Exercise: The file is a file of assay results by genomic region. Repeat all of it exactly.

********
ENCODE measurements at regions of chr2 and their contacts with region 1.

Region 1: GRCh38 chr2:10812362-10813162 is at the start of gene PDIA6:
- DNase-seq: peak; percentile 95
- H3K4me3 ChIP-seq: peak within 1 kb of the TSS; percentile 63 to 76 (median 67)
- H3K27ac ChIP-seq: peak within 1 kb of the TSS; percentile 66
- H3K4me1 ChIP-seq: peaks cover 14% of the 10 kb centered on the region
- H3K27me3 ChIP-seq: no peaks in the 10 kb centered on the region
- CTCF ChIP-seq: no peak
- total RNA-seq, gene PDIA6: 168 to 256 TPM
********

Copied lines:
ENCODE measurements at regions of chr2 and their contacts with region 1.

Region 1: GRCh38 chr2:10812362-10813162 is at the start of gene PDIA6:
- DNase-seq: peak; percentile 95
- H3K4me3 ChIP-seq: peak within 1 kb of the TSS; percentile 63 to 76 (median 67)
- H3K27ac ChIP-seq: peak within 1 kb of the TSS; percentile 66
- H3K4me1 ChIP-seq: peaks cover 14% of the 10 kb centered on the region
- H3K27me3 ChIP-seq: no peaks in the 10 kb centered on the region
- CTCF ChIP-seq: no peak
- total RNA-seq, gene PDIA6: 168 to 256 TPM